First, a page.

Column: Can we take some daytime heat off ‘fall’ high school sports in Utah?
The weather is hot, the sun is high, the water is a nice temperature even if lake levels in the state are low, and the Ogden Raptors are probably in town.
So naturally, with all the fun stuff happening in the summer, we think of fall high school sports and the upcoming season.
Don’t look now, but Aug. 1 is fast approaching. Not only is rent due that day, but Aug. 1 is the first day of the 2022-23 high school sports season with girls soccer and 2A/1A baseball teams able to play their first games.
I’m going to sound like a wistful old person here, but the first day of the prep sports season keeps getting earlier and earlier.
If the trend continues, we’ll start prep sports in July of next year, all while more summer days reach into the high 90s and more of them are inundated with wildfire smoke.
For the sake of girls soccer players, their melted cleats, their parents and everyone else hiding under a tree or a Kirkland umbrella at 4 p.m. on a Tuesday, we need to change something about the high school sports calendar in August.
Not to get picky with words like the comedian George Carlin used to do, but we call it “fall sports” when in reality, more than half of the season happens before the fall equinox on Sept. 22.
Games were already hot enough when they were played at 3:30 p.m. on grass fields. Thanks to the drought, most schools can’t water their grass fields as much as they’d like, so soccer teams play a lot of their games on much hotter artificial turf fields instead.
Water breaks do happen halfway through the first and second halves of soccer games if it’s too hot out. And this year, the UHSAA is sending out wet globe bulbs to help schools determine whether it’s safe enough for outdoor practices and such (the NFHS Foundation is buying the units and sending them to states).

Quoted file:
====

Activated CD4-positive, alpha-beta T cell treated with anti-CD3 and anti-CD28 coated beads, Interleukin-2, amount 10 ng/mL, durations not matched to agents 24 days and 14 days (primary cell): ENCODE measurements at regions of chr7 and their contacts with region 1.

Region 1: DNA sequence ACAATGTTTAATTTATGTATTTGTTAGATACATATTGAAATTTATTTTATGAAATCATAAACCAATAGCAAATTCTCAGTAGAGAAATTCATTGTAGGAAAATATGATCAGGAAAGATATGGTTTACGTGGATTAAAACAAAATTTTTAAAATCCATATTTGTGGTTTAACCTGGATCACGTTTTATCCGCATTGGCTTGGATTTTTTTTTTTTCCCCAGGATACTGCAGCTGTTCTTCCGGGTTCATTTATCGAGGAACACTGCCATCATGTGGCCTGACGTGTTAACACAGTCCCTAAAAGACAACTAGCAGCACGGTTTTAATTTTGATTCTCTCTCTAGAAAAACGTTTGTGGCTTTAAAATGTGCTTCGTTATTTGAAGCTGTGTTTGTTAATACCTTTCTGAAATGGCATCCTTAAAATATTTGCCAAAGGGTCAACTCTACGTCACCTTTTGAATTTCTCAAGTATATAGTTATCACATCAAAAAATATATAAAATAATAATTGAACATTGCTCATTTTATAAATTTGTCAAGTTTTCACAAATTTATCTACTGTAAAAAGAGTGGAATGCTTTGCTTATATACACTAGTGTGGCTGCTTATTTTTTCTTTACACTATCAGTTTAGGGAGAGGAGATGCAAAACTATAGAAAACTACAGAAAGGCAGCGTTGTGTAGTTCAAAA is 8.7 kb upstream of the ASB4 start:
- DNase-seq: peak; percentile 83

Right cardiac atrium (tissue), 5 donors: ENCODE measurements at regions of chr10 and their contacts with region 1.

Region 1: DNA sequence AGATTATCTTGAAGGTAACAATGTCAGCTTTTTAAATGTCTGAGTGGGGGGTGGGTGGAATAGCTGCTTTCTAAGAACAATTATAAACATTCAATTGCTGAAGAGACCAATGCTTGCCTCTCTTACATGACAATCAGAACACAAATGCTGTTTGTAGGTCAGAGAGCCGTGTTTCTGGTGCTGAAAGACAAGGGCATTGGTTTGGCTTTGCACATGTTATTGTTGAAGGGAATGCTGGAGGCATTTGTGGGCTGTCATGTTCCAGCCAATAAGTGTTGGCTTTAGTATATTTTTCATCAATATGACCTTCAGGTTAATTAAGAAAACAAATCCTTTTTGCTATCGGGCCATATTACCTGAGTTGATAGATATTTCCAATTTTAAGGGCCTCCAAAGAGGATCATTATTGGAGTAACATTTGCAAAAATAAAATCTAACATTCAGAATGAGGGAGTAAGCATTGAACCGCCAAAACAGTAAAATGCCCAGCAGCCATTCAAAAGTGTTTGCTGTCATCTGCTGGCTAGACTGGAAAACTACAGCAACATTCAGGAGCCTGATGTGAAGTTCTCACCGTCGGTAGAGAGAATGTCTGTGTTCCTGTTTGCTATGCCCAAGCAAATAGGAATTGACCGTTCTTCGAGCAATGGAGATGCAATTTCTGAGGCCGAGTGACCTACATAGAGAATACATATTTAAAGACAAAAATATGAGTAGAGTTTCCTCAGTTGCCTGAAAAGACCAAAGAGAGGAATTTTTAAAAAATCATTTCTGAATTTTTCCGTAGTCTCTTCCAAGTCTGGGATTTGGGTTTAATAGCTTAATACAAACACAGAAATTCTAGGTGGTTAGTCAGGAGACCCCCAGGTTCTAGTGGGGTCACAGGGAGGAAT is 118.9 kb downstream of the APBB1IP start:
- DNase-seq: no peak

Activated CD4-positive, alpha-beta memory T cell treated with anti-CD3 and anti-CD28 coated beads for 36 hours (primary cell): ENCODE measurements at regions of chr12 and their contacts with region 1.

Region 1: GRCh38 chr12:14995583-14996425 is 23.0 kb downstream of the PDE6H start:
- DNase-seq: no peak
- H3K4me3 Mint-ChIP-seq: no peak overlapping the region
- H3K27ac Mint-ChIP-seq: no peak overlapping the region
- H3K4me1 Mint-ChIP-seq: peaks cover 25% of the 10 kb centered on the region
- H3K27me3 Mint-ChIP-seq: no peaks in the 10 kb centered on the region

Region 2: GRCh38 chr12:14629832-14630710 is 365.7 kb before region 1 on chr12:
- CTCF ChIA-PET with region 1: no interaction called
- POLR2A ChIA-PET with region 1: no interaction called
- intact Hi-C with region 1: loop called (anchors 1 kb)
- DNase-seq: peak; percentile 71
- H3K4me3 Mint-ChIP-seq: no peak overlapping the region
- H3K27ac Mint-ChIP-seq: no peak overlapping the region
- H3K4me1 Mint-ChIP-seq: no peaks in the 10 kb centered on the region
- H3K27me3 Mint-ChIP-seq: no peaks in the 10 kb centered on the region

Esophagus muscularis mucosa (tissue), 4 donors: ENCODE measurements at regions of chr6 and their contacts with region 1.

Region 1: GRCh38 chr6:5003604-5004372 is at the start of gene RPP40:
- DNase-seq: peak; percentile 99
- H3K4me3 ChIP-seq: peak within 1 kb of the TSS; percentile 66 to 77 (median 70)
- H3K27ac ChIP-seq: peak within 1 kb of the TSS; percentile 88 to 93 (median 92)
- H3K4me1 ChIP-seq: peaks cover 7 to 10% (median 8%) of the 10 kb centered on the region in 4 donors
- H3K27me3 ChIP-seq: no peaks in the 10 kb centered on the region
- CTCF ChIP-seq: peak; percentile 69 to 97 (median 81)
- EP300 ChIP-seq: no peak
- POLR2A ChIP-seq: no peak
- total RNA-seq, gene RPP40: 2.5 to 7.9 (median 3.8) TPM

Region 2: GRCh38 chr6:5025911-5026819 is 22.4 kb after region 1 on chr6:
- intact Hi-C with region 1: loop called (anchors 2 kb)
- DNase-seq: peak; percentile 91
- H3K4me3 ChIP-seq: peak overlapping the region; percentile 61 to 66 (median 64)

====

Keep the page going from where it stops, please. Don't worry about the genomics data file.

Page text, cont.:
While both are good ideas, they don’t address the root cause of the problem, which is A) it’s very hot in early-to-mid August and B) we’re playing soccer and football games on artificial turf fields, which are the equivalent of urban strips of lava in the sunny hours.
One of two things needs to happen: move the 3:30 p.m. varsity soccer kickoffs to 5:30 or later (with JV games to follow), or start the high school sports season (all of it, not just soccer) in mid-August instead of early August.
On the first topic, individual regions control the kickoff times so that’s where any decision would need to be made. I’m sure working parents won’t mind if their daughter’s soccer game starts at 5:30 instead of 3:30.
Also, you’ll have less of a referee shortage since 3:30 p.m. start times are a non-starter, no pun intended, for many current and potential refs.
We already have soccer games at 5:30 anyway and they’re JV games. Why not play at 5:30 and 7:30 when the temperature is starting to cool down instead of heating up?
It’s too hot for girls soccer games at 3:30 p.m. on artificial turf now. Plain and simple. Unless we get a reliable monsoon every year to drown everyone’s grass soccer fields so teams can play on grass instead of turf, the reality is turf is the home field now.
Look at the high schools in St. George. It’s about 8-10 degrees warmer down there than it is on the Wasatch Front and their girls soccer teams play at 7 or 7:30 p.m. the first part of the season (sometimes even 9 a.m. on Saturdays).